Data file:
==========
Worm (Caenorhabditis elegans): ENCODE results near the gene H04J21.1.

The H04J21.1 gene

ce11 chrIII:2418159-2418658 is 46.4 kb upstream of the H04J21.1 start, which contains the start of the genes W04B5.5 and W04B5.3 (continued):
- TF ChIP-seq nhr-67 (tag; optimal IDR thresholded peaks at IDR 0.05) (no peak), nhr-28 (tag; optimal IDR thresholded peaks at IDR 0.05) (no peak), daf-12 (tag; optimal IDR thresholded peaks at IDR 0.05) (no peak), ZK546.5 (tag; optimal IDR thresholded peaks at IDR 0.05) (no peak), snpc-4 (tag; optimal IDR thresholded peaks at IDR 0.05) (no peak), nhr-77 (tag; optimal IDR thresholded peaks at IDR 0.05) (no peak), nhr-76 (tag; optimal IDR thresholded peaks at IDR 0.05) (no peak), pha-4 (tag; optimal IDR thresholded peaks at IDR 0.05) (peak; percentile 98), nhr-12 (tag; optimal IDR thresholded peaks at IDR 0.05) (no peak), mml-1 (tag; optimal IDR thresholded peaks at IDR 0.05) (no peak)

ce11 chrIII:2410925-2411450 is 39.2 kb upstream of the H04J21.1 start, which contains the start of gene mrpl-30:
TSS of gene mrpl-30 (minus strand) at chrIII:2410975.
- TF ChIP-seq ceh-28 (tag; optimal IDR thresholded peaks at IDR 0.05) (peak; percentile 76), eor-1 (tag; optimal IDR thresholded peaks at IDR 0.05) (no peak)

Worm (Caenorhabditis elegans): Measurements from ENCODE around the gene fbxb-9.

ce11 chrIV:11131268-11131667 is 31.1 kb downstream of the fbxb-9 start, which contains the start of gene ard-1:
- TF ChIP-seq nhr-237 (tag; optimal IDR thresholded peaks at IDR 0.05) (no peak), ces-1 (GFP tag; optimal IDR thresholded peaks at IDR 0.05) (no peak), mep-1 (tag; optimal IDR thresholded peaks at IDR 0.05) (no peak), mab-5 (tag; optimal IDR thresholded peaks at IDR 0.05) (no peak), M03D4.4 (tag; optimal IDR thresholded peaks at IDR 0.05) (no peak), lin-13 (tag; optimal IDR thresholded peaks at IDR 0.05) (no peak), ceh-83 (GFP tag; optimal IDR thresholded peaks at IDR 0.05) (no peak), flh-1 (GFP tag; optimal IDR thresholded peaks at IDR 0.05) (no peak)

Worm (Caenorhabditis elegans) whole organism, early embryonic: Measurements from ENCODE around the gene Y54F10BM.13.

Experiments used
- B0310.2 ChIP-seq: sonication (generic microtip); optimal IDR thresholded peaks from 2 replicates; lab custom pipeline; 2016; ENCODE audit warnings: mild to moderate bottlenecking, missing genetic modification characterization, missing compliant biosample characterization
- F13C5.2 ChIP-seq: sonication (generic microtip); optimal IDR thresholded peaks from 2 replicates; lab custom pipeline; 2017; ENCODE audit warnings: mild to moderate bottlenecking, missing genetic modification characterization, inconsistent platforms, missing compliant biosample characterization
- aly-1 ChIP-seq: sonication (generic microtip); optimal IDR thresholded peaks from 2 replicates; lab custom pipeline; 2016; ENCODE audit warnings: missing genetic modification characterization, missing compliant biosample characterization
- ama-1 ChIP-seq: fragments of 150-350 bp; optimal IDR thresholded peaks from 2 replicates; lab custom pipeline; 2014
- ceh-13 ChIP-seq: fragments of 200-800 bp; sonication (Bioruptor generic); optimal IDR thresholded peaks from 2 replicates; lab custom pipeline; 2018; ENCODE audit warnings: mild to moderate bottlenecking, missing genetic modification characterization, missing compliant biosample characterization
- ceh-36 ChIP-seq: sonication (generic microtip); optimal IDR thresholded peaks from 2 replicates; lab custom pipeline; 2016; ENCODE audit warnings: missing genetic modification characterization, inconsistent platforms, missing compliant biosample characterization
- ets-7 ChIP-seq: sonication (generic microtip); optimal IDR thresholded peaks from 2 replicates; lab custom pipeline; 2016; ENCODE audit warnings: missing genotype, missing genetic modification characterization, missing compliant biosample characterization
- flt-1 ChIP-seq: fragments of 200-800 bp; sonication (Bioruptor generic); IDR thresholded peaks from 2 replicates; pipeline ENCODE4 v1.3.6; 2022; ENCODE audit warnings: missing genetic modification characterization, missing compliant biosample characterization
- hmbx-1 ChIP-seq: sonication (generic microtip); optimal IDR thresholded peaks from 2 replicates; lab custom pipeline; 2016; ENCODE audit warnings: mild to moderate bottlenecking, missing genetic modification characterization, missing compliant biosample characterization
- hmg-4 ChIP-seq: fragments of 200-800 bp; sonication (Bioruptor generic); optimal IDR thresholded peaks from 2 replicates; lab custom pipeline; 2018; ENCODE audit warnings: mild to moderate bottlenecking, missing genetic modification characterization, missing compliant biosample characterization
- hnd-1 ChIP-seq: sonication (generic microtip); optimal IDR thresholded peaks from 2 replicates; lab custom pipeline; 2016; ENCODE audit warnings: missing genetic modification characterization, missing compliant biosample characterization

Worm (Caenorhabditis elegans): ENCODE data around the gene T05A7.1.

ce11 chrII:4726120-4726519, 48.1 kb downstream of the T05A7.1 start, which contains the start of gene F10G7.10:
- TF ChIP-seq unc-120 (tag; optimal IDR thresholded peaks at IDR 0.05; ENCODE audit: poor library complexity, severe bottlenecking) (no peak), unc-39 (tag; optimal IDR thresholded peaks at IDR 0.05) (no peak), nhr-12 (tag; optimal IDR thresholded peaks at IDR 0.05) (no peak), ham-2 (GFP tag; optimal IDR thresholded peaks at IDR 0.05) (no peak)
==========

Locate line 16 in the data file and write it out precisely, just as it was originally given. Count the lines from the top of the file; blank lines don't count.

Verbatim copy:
- ama-1 ChIP-seq: fragments of 150-350 bp; optimal IDR thresholded peaks from 2 replicates; lab custom pipeline; 2014